Min Oh is a doctoral student at the Peabody School of Education and Human Development. As a former English learner in the U.S. school system, Min is interested in supporting linguistically diverse learners’ language and literacy development and exploring various components that contribute to the process. Currently, Min is involved in research projects that investigate: (1) language and reading comprehension achievement of English learners in high-EL growth states, (2) conceptual vocabulary knowledge of English learners, and (3) teacher beliefs of dual language development and its link to English learners’ reading achievement. She holds an Ed.M. in Language and Literacy from the Harvard Graduate School of Education and a B.A. from Mercer University as a Stamps Family Charitable Foundation Scholar. Additional information on Min's work is available here.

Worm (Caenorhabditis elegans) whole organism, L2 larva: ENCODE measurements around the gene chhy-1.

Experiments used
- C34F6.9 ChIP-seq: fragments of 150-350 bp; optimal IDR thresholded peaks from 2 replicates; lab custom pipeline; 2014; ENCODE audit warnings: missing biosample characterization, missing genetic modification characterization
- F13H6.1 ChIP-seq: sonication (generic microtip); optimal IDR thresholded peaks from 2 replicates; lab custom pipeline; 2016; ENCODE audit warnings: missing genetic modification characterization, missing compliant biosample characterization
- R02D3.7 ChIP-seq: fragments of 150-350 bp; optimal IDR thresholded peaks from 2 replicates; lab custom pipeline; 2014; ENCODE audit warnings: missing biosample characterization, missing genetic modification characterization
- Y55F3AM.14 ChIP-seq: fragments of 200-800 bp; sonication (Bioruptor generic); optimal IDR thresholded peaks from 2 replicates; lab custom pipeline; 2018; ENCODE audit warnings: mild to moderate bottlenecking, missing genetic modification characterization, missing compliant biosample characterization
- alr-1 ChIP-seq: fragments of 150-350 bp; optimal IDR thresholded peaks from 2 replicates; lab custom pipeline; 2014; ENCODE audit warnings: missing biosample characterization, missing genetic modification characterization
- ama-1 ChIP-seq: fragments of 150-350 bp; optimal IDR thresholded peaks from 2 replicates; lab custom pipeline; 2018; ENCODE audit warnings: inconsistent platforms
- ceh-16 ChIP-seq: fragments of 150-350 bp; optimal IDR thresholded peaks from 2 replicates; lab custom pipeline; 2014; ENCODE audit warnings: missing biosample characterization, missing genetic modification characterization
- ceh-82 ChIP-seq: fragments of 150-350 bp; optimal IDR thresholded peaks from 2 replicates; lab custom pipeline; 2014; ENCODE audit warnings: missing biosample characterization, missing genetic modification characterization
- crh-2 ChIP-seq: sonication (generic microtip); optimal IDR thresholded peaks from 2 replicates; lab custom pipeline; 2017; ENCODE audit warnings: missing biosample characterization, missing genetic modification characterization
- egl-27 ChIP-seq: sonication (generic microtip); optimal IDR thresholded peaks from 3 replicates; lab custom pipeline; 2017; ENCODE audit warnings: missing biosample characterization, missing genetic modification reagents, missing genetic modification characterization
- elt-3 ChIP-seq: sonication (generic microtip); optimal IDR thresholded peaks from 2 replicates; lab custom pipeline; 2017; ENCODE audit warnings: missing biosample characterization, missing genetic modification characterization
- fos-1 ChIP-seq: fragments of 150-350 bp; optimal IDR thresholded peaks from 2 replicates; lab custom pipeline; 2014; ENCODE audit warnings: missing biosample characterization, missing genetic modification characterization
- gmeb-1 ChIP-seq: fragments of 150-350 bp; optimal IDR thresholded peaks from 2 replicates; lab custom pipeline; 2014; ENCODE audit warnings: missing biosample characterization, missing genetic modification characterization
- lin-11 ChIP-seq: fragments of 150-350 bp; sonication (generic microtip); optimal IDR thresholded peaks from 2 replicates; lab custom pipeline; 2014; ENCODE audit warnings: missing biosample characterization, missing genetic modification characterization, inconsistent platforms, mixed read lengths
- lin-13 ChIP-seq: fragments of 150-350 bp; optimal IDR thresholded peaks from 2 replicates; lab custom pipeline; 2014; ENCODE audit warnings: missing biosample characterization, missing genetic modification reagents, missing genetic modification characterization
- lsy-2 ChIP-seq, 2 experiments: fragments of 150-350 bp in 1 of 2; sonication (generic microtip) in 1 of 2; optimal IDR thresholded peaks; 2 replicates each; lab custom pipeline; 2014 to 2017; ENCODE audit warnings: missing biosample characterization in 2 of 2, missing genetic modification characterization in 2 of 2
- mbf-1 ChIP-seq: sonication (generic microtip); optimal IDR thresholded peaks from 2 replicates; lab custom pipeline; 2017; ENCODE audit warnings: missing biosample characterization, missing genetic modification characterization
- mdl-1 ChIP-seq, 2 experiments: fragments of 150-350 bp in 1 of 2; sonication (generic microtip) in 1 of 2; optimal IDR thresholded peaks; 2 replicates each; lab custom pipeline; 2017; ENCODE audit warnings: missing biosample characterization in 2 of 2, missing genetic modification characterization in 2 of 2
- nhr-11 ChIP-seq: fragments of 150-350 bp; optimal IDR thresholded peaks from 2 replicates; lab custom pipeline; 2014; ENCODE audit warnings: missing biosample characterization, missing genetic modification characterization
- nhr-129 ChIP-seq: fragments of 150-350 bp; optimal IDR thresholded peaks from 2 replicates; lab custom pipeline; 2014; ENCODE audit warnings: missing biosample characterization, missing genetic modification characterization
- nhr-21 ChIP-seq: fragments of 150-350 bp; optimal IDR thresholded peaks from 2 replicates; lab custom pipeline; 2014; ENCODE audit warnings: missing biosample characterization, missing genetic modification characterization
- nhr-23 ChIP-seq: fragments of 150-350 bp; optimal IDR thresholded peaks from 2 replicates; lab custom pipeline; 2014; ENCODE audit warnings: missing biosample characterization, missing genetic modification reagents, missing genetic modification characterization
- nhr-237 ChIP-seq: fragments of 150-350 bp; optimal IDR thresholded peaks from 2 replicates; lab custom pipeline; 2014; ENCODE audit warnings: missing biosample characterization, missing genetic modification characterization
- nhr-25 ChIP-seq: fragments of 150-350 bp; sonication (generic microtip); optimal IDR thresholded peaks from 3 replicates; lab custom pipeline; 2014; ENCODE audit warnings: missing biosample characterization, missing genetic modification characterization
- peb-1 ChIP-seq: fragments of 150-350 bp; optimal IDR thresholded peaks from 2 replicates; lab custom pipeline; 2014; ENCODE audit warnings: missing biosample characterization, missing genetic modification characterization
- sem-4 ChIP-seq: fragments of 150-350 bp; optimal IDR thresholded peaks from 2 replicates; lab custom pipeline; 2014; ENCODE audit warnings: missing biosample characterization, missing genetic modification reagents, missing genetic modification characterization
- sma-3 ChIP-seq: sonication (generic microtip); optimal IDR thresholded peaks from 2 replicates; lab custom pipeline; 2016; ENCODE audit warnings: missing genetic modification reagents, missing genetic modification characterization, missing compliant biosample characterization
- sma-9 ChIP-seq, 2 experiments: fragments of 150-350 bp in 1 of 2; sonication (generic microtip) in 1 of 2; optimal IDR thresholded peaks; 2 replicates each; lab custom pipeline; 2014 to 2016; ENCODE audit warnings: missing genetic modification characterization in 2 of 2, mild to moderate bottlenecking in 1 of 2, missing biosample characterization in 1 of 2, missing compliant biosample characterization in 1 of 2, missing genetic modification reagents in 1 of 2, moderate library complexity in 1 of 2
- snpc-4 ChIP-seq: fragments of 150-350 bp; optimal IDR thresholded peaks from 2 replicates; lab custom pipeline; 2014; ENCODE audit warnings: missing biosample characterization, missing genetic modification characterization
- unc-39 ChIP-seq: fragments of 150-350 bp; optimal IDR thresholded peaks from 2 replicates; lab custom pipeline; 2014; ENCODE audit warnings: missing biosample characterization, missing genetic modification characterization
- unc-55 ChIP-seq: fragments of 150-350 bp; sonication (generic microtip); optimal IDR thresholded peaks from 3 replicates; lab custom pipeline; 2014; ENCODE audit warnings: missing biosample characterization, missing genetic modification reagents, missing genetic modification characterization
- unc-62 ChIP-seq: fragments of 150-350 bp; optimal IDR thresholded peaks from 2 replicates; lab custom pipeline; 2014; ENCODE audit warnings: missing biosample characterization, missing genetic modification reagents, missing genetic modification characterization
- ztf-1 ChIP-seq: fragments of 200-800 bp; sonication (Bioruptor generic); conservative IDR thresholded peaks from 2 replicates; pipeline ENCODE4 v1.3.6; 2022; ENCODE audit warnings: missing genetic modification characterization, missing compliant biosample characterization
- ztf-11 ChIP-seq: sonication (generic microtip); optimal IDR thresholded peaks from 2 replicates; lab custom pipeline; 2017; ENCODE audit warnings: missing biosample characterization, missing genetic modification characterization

Rachel Siegman is a Ph.D. student in the Department of Teaching, Learning, and Diversity at Vanderbilt University. As a K-12 certified teacher, holding both multiple and single subject credentials (in English) and an EL authorization, Rachel has taught in a variety of capacities at the PreK-12 grade levels including elementary school in inner city Los Angeles, CA, high school English in Oakland, CA, and World History/Honors United States History in Richmond, CA. She obtained her credentials, Spanish concentration and Liberal Arts Education Bachelor’s degree from Pepperdine University in California. Rachel’s MSc. in Comparative and International Education hails from The University of Oxford whereby her research focused on the public opinion of Syrian refugees and its role in public policy, opinion, and political action among European nations. Before joining Vanderbilt, Rachel established a high school Internship Program and Model United Nations team as well as taught English, International Studies, and Design Lab at Design Tech High School, in Redwood Shores, CA. As a former resident of Argentina and England, with teaching and school-community partnership experience in public and public charter schools, Rachel’s educational research interests include English language learners, equitable teaching practices, and multicultural education.